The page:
published: 12 May 2011
  • The Funding Structure of Mergers and Acquisitions

    Deal Flow, the show that tracks merger and acquisition activity in Africa and beyond. Tonight Deal Flow looks at the funding structure of M&A deals in South Africa. How has the degree of debt put into deals shifted in recent years? And, with mooted TAX changes on acquisition funding, what is the prognosis for highly geared deals?

    published: 09 Jul 2013
  • Value-Added Real Estate Private Equity Case Study

    In this Value-Added Real Estate Private Equity Case Study tutorial video, you'll learn what to expect in real estate private equity case studies and you'll get an example of a real value-added RE PE case study with the solution file and a walk-through of the key points. Please get all the files and the textual description and explanation here: http://www.mergersandinquisitions.com/value-added-real-estate-private-equity-case-study/ Table of Contents: 2:41 Part 1: The Types of RE PE Case Studies 5:19 Part 2: This Case Study and What Makes It Tricky 12:40 Part 3: Why Excel is Horrible for This Case Study 16:59 The Scenarios in This Model 17:51 Part 4: The Property Model and Returns Analysis 26:39 Part 5: The Investment Recommendation 28:37 Recap and Summary Part 1: The Types of RE ...

    published: 30 Sep 2015
  • Price behavior after announced acquisition | Finance & Capital Markets | Khan Academy

    Stock Price Behavior After Announced Acquisition with Shares. Created by Sal Khan. Watch the next lesson: https://www.khanacademy.org/economics-finance-domain/core-finance/stock-and-bonds/mergers-acquisitions/v/simple-merger-arb-with-share-acquisition?utm_source=YT&utm_medium=Desc&utm_campaign=financeandcapitalmarkets Missed the previous lesson? Watch here: https://www.khanacademy.org/economics-finance-domain/core-finance/stock-and-bonds/mergers-acquisitions/v/acquisitions-with-shares?utm_source=YT&utm_medium=Desc&utm_campaign=financeandcapitalmarkets Finance and capital markets on Khan Academy: Companies often buy or merge with other companies using shares (which is sometimes less intuitive than when they use cash). This tutorial walks through the mechanics of how this happens a...

    published: 12 May 2011
  • Investment Banking Interview Preparation

    This is an overview of what to expect in a first round investment banking interview.

    published: 15 Jan 2015
  • Tristan Walker: ‘No one wants to fund e-commerce companies anymore’ | Code Commerce 2017

    When Tristan Walker decided to raise venture capital money for his new startup, a health and beauty company that makes products for people of color, the fact that he was running a tech company — not a retail company — was key. “When I started, I said we’re a tech company. That’s bullshit,” Walker said at Recode’s Code Commerce conference in Las Vegas. “If you go to any kind of venture capital firm on Sand Hill Road and you say you want to build a retail business, you’re not going to raise any money. So to say that you’re a direct-to-consumer e-commerce business focused on subscriptions ... it allows us to really talk about how we kind of focused on tech.” That strategy worked. Walker’s startup, Walker & Company, has raised $33 million from well-known VC firms like Andreessen Horowitz and...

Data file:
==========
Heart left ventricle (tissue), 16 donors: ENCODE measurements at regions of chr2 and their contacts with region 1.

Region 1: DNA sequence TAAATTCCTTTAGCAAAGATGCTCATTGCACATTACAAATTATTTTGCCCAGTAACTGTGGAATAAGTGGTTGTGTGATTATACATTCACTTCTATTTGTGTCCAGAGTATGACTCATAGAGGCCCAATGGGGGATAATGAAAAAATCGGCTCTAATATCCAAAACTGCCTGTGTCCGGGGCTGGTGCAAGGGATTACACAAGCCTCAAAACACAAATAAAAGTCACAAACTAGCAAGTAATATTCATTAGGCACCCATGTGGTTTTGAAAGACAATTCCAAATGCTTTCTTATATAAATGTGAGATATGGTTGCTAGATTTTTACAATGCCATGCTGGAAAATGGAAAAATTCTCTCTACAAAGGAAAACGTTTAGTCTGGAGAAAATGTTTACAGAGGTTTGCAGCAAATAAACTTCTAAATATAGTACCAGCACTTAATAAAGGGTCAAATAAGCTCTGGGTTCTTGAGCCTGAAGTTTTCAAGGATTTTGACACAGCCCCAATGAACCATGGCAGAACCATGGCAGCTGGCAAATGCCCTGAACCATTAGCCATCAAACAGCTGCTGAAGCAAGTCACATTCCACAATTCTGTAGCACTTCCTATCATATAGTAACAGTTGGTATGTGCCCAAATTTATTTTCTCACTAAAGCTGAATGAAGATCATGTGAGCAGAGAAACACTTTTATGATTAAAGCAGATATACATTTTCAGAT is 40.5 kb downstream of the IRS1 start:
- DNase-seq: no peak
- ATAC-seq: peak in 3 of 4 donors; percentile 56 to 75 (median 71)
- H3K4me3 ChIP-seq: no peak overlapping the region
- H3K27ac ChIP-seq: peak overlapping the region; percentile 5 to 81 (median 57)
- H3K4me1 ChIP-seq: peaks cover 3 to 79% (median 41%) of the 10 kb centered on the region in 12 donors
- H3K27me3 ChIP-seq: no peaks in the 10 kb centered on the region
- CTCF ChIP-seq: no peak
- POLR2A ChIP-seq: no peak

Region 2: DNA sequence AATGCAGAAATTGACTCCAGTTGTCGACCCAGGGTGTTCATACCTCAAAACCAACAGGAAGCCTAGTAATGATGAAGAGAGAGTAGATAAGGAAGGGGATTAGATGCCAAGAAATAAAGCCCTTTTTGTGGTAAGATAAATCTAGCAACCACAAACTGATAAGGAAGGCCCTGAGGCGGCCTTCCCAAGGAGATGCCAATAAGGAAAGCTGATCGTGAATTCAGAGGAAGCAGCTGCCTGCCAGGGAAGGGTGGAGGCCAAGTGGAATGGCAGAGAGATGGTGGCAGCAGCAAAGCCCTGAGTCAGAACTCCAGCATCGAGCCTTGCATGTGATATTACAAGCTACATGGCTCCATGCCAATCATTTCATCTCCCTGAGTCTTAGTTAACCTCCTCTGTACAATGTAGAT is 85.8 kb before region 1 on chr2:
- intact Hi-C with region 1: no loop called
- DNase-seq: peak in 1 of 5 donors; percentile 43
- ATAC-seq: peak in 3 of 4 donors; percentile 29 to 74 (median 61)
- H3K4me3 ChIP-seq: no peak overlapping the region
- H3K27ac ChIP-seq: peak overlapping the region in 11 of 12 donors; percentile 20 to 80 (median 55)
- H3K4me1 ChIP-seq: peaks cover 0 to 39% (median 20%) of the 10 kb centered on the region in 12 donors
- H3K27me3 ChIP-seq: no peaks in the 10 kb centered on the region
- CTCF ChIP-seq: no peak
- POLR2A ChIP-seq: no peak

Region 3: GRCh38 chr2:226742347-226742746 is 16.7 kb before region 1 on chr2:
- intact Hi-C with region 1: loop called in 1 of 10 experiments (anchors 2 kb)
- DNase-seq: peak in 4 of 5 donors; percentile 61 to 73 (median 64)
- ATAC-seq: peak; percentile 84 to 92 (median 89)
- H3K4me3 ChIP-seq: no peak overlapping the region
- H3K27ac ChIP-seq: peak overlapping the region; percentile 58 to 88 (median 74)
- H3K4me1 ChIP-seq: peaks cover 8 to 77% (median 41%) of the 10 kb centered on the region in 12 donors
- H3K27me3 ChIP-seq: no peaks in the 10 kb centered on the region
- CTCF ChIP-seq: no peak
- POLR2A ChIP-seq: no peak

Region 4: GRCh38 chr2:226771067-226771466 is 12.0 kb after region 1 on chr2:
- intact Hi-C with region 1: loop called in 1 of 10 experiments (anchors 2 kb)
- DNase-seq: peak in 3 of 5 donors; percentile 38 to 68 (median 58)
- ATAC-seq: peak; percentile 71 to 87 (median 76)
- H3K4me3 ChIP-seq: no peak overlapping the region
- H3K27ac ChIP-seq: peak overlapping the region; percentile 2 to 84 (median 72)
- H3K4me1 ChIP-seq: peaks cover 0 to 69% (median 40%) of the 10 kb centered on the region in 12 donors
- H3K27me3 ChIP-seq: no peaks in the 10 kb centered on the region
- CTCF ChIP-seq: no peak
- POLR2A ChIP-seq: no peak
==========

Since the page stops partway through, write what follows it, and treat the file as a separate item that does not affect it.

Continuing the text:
published: 22 Mar 2017
  • Basic leveraged buyout (LBO) | Stocks and bonds | Finance & Capital Markets | Khan Academy

    The mechanics of a simple leveraged buy-out. Created by Sal Khan. Watch the next lesson: https://www.khanacademy.org/economics-finance-domain/core-finance/stock-and-bonds/bonds-tutorial/v/corporate-debt-versus-traditional-mortgages?utm_source=YT&utm_medium=Desc&utm_campaign=financeandcapitalmarkets Missed the previous lesson? Watch here: https://www.khanacademy.org/economics-finance-domain/core-finance/stock-and-bonds/mergers-acquisitions/v/simple-merger-arb-with-share-acquisition?utm_source=YT&utm_medium=Desc&utm_campaign=financeandcapitalmarkets Finance and capital markets on Khan Academy: Private equity firms often borrow money (use leverage) to buy companies. This tutorial explains how they do it and pay the debt. About Khan Academy: Khan Academy offers practice exercises, instruc...

    published: 12 May 2011
  • Trifon Says IPO to Fund New Technolgy Acquisitions: Video

    Aug. 11 (Bloomberg) -- Gal Trifon, chief executive officer for MediaMind Technologies Inc., talks about the company's initial public offering and growth strategy. Trifon speaks with Margaret Brennan on Bloomberg Television's "InBusiness." (Source: Bloomberg)